Endangered Birds of the Philippines
mixed media works on paper
by David Tomb
October 5 2013 – March 28, 2014
Artist Talk – October 19th at 1:45pm in the Koret Theater. Jeepney Projects Worldwide gave a presentation about their inspiring trip to Mindanao to see the Great Philippine Eagle, its fragile future, and the incredibly rich bird life of the Philippines.
The San Francisco Public Library, in conjunction with Jeepney Projects Worldwide, is pleased to present Endangered Birds of the Philippines, with mixed media works on paper by David Tomb, through March, 2014.
The exhibition features artwork celebrating the iconic and critically-endangered Great Philippine Eagle and other endangered birds of the Philippines, including the Rufous Hornbill. Tomb’s latest artworks are luminous and colorful paper assemblages with subtle low-relief elements that help convey spatial depth, as well as the ambiguous and mysterious jungle terrain of the Philippine island of Mindanao. Through this project, Tomb and Jeepney Projects Worldwide bring attention to the challenges and tensions these grand birds face in order to survive and share a sustainable future with an ever-growing Filipino population.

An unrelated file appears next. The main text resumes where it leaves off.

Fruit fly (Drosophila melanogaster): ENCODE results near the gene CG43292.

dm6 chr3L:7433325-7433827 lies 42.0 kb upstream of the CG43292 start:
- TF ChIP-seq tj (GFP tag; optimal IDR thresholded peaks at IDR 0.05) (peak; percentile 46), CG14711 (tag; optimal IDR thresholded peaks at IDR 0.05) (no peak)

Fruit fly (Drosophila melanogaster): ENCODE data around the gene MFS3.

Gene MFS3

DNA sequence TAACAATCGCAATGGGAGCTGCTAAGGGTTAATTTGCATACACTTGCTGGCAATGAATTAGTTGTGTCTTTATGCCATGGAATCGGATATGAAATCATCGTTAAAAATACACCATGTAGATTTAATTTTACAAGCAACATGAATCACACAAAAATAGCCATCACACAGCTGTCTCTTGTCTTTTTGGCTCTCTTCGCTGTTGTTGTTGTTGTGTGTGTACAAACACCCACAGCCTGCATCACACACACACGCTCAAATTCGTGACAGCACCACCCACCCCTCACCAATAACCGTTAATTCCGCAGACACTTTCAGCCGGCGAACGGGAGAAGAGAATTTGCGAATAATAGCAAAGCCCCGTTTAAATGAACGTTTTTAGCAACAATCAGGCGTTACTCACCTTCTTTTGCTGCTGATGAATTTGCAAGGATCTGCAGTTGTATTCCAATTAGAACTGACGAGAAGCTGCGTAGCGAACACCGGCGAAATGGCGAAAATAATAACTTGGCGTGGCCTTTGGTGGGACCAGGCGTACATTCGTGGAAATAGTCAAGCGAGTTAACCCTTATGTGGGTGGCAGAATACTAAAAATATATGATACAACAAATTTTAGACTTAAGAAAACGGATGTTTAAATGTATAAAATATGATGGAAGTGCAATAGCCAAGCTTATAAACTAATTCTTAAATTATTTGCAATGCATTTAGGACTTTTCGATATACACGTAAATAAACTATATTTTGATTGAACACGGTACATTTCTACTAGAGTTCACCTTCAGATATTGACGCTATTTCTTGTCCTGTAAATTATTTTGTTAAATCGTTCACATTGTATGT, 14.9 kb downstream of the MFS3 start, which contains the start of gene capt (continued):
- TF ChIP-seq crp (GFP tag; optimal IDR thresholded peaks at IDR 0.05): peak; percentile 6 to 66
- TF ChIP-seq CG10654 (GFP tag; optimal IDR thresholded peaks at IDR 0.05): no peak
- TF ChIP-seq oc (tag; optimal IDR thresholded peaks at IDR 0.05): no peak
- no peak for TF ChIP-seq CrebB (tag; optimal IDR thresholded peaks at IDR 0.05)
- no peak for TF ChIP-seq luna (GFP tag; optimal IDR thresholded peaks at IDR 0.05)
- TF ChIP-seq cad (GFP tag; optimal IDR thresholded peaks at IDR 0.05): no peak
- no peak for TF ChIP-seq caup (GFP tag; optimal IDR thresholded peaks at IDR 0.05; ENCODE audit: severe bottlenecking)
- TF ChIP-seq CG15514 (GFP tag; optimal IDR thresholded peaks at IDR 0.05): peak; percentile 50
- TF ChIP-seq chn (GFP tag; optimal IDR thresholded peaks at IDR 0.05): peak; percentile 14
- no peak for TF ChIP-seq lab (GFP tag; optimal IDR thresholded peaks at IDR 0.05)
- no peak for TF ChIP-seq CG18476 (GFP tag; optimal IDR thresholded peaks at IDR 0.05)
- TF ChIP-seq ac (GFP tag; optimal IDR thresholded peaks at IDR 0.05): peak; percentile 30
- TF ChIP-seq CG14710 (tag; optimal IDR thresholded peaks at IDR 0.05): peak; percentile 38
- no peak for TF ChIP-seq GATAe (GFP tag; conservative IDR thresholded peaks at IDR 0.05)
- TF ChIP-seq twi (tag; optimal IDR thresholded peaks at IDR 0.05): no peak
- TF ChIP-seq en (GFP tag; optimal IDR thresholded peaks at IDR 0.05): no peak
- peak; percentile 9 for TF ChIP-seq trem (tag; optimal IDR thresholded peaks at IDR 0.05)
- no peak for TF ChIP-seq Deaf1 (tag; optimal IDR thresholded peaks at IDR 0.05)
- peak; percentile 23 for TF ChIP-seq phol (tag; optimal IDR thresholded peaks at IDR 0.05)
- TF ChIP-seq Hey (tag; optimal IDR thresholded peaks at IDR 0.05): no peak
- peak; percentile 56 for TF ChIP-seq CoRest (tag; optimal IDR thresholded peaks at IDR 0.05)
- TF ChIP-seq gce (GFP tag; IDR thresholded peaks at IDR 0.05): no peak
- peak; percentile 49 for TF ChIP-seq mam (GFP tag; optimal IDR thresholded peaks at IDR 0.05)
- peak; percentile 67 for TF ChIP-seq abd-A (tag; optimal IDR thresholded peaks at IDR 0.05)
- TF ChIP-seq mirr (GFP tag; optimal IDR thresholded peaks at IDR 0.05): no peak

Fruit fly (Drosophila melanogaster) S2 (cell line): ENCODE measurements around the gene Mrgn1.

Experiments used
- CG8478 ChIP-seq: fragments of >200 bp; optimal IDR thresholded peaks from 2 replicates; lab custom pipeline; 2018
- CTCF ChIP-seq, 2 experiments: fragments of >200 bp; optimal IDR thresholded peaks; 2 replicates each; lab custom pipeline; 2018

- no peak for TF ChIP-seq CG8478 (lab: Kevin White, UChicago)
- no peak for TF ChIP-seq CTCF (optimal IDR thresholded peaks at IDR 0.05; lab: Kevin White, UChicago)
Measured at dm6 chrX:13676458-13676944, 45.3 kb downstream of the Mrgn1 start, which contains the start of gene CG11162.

David Tomb is a co-founder of Jeepney Projects Worldwide: Art for Conservation, an organization that partners with regional conservation groups to inspire, support, and help restore lost habitat of critically endangered birds. In January of 2011, Tomb and the Jeepney team visited Mt. Kitanglad on Mindanao to see wild nesting Great Philippine Eagles and other endemic birds. Jeepney has since partnered with the Philippine Eagle Foundation, creating limited edition fine art prints to raise funding for research and public outreach/education concerning the Great Philippine Eagle.
Tomb has exhibited in galleries, universities, and museums extensively across the United States and has been published widely including the New York Times, The New Yorker, and Harpers. Tomb’s work is in many public collections including the Fine Arts Museums of San Francisco, the Huntington Library, and the Consulate General of the United States in Tijuana and Ciudad Juarez.